ERIC Number: ED307932
Record Type: Non-Journal
Publication Date: 1989-May
Reference Count: N/A
Toward a Definition of Student Persistence at the Community College.
One of the themes frequently appearing in the literature on student retention is that a primary determinant of student persistence is the interaction between students and faculty. Research reveals that students' educational intentions, goal commitment, and integration into the social and academic environment of the college are also influential. Studies conducted at Burlington County College (BCC) in New Jersey have revealed a 45% attrition rate between fall 1977 and fall 1978 among full-time freshmen, and a 20% second-semester attrition rate among fall 1978 freshmen. Research concerning the objectives of dropouts and their reasons for withdrawal indicated that 30% of the respondents to a 1988 survey had enrolled to complete an associate degree and then transfer, while over 60% indicated such primary goals as completing courses for transfer, personal interest, new job skills, or career change. Students' reasons for withdrawal were not related to circumstances over which the college had control. In an effort to develop a definition of persistence, the records of 438 graduates were studied to determine students' grade point average, degree received, full-/part-time status, transfer status, years taken to complete the degree, breaks in attendance, and initial academic status. Study findings included the following: (1) 36% of the graduates attended BCC full-time, 64% part-time, and 40% as transfer students; (2) full-time students took an average of 3 years to obtain a degree, while part-time students took an average of 9 years; and (3) 15% of the full-time students and 17% of the part-time students stopped out for periods ranging from 1 to 16 years during their attendance. (ALB)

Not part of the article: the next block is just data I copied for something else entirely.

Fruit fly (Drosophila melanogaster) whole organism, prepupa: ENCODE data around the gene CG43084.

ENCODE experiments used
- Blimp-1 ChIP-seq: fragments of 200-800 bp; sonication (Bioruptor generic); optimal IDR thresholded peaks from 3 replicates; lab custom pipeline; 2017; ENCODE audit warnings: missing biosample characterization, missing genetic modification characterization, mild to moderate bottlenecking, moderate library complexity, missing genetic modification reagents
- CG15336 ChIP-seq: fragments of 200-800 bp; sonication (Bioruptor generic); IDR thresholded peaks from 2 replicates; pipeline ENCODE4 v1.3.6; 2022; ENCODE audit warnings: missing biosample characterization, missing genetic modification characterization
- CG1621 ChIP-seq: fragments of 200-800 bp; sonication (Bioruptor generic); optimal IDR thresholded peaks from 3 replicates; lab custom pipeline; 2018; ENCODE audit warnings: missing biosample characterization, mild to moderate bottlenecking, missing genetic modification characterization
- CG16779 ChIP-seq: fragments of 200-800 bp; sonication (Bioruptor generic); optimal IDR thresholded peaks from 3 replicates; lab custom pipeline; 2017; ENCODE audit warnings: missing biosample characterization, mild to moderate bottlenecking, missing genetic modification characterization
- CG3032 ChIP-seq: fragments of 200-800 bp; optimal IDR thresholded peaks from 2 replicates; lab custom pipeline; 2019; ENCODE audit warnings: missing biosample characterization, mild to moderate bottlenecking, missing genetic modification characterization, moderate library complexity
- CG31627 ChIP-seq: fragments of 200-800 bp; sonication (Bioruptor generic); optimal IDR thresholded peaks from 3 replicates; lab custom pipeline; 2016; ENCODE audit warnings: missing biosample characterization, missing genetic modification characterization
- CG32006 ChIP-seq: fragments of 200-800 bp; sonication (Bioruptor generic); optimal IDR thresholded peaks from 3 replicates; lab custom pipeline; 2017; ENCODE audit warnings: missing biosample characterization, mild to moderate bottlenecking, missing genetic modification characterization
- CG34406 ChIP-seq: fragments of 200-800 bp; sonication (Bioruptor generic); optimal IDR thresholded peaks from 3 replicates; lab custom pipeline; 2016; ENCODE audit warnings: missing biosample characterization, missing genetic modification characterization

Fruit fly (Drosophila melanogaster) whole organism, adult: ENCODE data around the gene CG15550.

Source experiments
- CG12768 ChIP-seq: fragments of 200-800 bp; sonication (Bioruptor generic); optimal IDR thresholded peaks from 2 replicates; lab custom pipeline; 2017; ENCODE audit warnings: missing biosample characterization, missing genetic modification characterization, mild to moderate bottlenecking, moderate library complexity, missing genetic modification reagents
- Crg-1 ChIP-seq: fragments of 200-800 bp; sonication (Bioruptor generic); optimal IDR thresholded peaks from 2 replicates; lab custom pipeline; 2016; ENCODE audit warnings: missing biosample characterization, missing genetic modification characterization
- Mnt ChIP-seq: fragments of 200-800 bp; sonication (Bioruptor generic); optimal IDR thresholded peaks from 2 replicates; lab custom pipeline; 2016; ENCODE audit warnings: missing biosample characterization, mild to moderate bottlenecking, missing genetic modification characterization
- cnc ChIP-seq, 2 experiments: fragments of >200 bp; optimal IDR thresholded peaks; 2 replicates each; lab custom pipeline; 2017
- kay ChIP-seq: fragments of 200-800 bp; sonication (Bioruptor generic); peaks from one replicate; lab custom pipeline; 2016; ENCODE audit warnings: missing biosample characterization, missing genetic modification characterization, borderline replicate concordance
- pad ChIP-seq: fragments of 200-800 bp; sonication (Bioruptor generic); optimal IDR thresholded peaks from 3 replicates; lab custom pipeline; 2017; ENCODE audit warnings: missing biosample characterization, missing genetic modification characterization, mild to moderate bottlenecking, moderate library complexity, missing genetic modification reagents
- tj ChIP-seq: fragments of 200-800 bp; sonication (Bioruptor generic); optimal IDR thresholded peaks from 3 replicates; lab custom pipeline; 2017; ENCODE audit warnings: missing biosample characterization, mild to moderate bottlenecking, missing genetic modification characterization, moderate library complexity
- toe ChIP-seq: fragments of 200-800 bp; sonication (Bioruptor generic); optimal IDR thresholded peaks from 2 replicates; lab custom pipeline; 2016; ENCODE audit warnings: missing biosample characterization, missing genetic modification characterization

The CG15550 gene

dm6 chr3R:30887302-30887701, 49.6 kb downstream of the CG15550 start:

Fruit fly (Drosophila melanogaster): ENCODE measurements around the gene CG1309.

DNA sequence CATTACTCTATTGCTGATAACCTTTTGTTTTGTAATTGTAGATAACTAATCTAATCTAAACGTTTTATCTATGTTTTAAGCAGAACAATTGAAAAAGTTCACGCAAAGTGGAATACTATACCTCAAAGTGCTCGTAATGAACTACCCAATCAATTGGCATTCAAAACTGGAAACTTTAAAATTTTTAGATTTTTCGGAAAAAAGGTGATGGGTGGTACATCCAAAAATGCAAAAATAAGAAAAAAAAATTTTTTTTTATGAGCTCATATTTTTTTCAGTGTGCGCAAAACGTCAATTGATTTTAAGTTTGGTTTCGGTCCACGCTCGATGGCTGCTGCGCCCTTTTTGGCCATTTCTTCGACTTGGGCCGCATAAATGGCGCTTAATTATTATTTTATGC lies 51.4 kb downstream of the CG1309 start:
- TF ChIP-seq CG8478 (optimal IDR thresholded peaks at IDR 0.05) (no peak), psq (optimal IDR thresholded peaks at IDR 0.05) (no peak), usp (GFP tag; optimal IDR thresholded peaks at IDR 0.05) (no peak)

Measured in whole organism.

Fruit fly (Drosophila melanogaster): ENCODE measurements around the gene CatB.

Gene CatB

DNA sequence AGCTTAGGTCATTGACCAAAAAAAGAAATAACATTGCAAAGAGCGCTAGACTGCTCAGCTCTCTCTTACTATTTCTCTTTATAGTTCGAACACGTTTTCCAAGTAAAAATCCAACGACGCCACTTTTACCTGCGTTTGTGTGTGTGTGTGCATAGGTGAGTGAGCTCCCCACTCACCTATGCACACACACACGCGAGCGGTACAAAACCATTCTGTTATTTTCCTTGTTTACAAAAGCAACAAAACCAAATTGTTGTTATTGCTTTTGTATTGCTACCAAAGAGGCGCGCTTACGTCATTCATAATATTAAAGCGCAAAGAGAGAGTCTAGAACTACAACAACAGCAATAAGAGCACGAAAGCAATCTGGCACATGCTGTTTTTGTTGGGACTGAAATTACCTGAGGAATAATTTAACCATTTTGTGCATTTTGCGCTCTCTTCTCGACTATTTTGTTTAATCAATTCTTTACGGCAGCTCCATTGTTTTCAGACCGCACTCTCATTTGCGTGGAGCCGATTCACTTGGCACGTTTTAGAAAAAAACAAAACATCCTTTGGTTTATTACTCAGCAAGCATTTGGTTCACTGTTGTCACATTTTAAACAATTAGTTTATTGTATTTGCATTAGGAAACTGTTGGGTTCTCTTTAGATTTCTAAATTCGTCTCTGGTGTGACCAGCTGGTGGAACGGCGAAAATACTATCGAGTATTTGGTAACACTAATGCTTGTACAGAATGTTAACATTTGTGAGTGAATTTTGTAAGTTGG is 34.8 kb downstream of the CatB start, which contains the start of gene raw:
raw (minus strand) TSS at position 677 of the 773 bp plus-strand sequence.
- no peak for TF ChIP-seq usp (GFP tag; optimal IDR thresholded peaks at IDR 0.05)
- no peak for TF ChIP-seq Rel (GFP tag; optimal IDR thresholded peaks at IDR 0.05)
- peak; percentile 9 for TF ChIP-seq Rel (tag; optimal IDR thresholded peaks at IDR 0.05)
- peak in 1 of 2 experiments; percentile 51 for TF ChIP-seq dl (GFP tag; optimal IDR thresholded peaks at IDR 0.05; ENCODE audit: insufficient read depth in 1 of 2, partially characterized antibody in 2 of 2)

Publication Type: Information Analyses; Reports - Research
Education Level: N/A
Authoring Institution: Princeton Univ., NJ. Mid-Career Fellowship Program.